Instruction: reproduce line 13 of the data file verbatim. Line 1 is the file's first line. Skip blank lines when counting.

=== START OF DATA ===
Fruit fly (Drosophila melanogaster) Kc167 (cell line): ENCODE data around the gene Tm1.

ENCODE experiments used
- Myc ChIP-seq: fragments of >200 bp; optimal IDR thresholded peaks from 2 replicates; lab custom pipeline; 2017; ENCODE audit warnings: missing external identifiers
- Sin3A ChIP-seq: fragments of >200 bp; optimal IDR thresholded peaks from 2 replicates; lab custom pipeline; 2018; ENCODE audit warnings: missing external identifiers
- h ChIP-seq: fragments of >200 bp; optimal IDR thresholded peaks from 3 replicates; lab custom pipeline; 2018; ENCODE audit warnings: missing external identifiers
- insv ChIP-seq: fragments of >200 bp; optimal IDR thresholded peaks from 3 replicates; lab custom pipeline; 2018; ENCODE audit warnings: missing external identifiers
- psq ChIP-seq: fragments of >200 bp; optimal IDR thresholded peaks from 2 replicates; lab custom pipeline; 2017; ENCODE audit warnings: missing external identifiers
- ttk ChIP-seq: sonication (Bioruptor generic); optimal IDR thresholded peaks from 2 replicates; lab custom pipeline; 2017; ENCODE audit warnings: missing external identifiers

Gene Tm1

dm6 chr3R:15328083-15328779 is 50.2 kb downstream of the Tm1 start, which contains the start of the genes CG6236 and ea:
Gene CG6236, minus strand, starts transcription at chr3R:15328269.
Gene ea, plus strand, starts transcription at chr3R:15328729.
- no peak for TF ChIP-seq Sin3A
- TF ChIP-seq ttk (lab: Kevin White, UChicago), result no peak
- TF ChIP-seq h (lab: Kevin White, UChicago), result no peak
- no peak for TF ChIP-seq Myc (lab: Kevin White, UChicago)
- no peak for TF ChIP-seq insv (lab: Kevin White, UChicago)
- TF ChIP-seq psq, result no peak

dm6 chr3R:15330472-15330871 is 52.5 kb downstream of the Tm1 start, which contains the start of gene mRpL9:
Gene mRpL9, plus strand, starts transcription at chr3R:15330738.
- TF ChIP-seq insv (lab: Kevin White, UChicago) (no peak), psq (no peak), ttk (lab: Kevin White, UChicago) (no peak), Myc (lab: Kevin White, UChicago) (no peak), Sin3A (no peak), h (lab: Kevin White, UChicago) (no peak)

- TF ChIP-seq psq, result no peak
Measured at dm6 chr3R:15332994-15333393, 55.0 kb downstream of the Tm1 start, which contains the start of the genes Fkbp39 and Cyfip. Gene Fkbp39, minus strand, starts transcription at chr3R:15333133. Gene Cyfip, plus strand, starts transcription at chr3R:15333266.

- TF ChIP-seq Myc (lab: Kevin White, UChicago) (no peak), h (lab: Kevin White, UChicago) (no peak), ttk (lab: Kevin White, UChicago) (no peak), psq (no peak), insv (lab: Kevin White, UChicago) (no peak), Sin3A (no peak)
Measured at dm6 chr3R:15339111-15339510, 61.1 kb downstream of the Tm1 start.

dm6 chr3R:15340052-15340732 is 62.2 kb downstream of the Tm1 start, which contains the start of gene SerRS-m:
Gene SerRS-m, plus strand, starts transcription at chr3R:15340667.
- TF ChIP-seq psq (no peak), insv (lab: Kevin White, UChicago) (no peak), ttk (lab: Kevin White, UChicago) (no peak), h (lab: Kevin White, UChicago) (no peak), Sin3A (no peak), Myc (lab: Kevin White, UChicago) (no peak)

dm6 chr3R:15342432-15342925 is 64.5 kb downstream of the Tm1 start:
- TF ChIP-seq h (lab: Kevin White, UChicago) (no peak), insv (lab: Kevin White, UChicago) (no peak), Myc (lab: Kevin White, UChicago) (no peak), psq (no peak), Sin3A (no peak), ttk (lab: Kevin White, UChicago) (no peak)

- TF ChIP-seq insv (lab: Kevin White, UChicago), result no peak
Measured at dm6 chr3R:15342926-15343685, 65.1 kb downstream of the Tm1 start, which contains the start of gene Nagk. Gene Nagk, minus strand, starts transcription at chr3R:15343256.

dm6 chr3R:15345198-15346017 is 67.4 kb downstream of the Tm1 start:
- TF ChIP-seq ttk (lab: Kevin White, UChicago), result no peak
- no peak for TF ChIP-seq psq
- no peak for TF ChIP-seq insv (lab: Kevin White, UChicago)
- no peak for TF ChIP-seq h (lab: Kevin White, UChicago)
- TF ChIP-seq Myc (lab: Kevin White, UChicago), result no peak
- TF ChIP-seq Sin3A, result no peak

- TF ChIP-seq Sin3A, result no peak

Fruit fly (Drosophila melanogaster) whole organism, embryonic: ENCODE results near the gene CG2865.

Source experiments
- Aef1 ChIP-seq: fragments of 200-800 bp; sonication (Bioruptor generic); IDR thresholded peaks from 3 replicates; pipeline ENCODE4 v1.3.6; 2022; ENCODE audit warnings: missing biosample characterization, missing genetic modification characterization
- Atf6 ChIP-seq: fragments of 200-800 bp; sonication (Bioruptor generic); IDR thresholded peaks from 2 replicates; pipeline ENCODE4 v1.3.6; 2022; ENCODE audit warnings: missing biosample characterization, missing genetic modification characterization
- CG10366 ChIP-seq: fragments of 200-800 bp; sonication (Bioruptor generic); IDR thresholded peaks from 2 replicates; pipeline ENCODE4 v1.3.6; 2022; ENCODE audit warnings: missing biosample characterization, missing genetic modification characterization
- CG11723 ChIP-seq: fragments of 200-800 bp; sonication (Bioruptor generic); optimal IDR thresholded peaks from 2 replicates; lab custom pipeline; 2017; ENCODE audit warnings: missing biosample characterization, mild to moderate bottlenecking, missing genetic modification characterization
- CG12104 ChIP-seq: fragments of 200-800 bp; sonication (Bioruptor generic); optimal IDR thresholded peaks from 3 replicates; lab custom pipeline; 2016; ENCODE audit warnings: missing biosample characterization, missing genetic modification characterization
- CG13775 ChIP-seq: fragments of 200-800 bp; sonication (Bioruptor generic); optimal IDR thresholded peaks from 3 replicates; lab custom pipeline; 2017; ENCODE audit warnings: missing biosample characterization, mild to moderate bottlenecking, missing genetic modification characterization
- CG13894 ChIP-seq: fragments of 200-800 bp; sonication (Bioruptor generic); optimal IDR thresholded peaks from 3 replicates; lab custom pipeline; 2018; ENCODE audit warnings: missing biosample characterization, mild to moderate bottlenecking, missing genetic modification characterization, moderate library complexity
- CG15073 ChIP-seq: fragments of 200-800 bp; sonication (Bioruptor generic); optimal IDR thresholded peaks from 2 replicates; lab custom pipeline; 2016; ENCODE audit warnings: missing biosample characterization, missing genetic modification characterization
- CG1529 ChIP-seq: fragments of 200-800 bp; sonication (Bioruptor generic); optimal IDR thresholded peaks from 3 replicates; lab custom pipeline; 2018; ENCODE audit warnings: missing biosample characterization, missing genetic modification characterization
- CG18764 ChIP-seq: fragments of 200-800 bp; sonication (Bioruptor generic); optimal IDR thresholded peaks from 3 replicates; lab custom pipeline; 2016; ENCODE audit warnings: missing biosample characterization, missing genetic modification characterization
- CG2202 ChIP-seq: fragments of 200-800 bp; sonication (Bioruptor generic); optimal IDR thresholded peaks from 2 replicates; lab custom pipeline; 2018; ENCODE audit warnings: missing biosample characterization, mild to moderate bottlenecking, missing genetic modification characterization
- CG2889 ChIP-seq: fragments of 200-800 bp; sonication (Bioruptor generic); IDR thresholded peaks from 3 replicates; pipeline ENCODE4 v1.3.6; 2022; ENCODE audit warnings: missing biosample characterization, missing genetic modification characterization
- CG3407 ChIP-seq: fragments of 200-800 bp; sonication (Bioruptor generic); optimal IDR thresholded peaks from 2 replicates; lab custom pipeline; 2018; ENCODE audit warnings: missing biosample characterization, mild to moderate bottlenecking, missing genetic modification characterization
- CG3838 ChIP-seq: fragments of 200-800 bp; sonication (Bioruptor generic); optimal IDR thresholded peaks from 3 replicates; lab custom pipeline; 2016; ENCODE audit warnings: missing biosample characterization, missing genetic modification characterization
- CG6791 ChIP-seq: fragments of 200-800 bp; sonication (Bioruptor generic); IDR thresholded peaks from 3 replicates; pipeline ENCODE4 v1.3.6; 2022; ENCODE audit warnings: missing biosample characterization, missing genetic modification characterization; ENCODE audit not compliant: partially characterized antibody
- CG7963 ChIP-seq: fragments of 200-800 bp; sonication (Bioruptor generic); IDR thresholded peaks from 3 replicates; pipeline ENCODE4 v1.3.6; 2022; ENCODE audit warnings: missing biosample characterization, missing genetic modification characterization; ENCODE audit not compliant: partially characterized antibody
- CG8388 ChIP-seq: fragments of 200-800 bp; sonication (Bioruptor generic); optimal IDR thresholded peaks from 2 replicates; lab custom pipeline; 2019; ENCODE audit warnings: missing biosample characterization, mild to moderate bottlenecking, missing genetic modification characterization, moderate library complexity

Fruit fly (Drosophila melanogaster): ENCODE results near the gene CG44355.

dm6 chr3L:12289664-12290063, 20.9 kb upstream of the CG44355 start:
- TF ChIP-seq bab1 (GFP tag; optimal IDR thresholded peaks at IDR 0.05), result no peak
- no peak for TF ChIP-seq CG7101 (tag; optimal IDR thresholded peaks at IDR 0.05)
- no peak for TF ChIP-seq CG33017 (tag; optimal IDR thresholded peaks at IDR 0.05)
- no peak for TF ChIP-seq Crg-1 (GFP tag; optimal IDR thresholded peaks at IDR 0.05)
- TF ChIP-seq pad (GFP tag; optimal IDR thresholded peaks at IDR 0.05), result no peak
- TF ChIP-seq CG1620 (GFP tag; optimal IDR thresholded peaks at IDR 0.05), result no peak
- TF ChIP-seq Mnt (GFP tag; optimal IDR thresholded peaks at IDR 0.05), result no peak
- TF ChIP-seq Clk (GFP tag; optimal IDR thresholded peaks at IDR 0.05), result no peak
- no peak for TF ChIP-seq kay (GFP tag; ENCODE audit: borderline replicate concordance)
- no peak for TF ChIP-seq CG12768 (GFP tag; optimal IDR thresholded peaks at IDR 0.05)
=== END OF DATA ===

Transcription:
- no peak for TF ChIP-seq Sin3A